VMware has released an updated version of its Lab Manager tool for development and testing, along with new software for monitoring and chargeback of applications running in virtual environments.
Available immediately, vCenter Lab Manager 4 enables an administrator to create and manage an internal cloud infrastructure for development and testing, including a library of pre-configured multi-machine environments to cut preparation time when testing.
Version 4 is now integrated with VMware Stage Manager in order to streamline application delivery from development to production, the company said. It also has improved network fencing capabilities, whereby multiple instances of the same virtual machine can be created without the need to manually adjust the IP address and other settings of each instance.
VCenter Lab Manager 4 is licensed at $1,495 (£928) per processor socket.
Two new tools, also available today, are vCenter AppSpeed and vCenter Chargeback. AppSpeed provides service-level reporting and proactive performance management for multi-tier applications running in virtual machines, according to VMware.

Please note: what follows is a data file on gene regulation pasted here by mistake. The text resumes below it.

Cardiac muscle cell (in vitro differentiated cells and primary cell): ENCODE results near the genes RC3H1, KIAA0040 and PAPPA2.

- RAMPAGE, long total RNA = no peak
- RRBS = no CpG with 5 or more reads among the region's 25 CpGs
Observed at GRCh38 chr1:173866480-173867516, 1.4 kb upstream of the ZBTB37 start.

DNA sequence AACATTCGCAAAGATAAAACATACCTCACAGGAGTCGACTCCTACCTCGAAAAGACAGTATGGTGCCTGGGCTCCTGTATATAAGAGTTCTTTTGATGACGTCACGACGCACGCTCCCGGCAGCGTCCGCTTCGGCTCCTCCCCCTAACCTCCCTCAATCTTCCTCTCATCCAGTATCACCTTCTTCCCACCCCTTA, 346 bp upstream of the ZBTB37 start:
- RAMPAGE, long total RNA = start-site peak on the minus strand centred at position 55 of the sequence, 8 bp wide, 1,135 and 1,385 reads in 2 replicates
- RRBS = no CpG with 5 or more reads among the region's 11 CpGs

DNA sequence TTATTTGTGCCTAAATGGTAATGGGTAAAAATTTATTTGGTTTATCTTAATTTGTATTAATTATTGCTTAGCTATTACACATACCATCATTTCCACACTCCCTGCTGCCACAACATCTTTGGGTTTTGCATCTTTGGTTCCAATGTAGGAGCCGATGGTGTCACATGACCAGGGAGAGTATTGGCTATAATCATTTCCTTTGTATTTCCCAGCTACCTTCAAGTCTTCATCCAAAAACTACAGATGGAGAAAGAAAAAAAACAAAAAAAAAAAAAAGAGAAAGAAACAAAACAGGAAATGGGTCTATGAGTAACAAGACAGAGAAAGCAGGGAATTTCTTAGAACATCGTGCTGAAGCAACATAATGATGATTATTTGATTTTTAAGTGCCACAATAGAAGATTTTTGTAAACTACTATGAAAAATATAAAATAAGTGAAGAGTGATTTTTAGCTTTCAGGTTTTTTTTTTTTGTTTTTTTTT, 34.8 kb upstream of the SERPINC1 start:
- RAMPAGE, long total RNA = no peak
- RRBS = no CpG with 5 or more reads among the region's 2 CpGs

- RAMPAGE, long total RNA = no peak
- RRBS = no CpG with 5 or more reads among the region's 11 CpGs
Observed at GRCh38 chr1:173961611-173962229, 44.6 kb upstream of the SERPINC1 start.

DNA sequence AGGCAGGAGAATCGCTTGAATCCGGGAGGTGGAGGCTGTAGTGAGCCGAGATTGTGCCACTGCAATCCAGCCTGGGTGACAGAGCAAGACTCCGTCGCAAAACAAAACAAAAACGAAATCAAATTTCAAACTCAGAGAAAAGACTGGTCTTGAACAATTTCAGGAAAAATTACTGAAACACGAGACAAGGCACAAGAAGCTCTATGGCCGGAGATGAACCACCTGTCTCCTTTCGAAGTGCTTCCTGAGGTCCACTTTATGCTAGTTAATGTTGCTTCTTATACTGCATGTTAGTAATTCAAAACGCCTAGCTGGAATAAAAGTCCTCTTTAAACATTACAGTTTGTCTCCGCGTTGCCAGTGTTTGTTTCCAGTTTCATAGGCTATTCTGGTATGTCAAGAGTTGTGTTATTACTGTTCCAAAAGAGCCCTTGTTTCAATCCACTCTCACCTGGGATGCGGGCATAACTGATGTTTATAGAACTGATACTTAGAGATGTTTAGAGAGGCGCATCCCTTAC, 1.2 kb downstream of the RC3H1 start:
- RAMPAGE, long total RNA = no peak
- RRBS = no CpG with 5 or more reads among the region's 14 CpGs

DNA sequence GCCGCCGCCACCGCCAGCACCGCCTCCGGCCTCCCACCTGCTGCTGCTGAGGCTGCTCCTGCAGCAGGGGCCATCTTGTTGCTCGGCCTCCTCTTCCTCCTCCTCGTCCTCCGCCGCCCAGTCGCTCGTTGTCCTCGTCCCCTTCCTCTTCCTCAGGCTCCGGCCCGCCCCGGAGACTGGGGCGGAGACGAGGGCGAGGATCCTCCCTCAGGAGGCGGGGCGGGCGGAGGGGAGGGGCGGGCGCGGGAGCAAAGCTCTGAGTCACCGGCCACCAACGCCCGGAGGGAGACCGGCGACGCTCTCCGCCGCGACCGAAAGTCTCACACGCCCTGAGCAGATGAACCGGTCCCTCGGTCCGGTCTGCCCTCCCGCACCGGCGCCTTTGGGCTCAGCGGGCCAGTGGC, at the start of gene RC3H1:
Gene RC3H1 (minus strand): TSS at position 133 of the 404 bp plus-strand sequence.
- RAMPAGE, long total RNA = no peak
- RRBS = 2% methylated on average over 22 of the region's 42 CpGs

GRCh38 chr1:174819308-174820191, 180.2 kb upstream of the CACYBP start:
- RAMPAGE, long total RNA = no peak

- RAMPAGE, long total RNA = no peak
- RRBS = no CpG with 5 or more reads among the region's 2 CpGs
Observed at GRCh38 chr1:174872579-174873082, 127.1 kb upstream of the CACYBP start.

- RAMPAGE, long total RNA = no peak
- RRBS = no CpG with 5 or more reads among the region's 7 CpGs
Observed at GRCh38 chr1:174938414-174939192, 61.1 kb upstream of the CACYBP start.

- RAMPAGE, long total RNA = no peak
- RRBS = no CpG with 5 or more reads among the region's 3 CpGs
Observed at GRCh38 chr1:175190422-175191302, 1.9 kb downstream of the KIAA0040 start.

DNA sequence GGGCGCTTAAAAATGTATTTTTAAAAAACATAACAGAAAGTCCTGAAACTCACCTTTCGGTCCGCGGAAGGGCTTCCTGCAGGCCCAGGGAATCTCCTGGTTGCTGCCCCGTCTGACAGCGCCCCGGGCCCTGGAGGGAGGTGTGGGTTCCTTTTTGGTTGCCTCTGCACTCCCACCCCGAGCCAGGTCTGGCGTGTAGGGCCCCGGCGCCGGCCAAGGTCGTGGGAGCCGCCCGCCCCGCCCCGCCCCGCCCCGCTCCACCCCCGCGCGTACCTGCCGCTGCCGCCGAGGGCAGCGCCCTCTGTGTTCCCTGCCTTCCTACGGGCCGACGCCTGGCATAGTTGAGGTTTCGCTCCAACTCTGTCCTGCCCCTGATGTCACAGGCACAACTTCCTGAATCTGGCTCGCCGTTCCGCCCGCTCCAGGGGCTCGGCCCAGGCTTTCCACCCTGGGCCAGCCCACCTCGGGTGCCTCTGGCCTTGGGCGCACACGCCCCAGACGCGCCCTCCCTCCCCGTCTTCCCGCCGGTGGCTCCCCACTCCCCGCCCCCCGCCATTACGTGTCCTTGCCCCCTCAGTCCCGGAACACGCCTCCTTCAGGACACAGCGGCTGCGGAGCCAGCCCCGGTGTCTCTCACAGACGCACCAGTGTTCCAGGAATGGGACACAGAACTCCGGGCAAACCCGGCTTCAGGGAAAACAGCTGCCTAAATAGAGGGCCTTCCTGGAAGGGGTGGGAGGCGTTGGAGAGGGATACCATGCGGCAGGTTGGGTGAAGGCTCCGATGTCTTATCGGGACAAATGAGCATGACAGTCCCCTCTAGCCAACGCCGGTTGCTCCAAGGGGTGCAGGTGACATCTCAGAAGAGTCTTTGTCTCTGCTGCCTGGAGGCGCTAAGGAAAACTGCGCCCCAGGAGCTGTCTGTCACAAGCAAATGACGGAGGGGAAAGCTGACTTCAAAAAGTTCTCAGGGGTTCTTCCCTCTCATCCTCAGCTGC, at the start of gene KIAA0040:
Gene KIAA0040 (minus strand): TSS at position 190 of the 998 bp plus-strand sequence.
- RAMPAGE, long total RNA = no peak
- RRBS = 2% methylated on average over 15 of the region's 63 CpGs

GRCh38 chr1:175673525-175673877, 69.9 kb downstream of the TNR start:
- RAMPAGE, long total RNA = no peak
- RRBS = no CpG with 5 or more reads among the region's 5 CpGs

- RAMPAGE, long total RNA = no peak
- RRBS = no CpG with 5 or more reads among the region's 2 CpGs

By giving greater visibility into how overall performance is being affected at each tier level in the infrastructure, AppSpeed aids troubleshooting and can resolve performance issues more quickly. AppSpeed is licensed at $1,250 (£776) per socket.
Chargeback is a reporting tool that maps costs to datacentre resources, then tracks usage for accountability. It provides a clear view of resources consumed and their associated costs, which is useful information even for organisations not yet planning a chargeback scheme, according to VMware. For those that are, Chargeback can automatically create detailed billing reports. The tool is licensed at $750 (£465) per socket.
Cotton seedling freezes to death as Chang'e-4 shuts down for the Moon's 14-day lunar night
Fortnite easily out-earns PUBG, Assassin's Creed Odyssey and Red Dead Redemption 2 in 2018
Meteor showers as a service will be visible for about 100 kilometres in all directions
Saturn's rings only formed in the past 100 million years, suggests analysis of Cassini space probe data
New findings contradict conventional belief that Saturn's rings were formed along with the planet about 4.5 billion years ago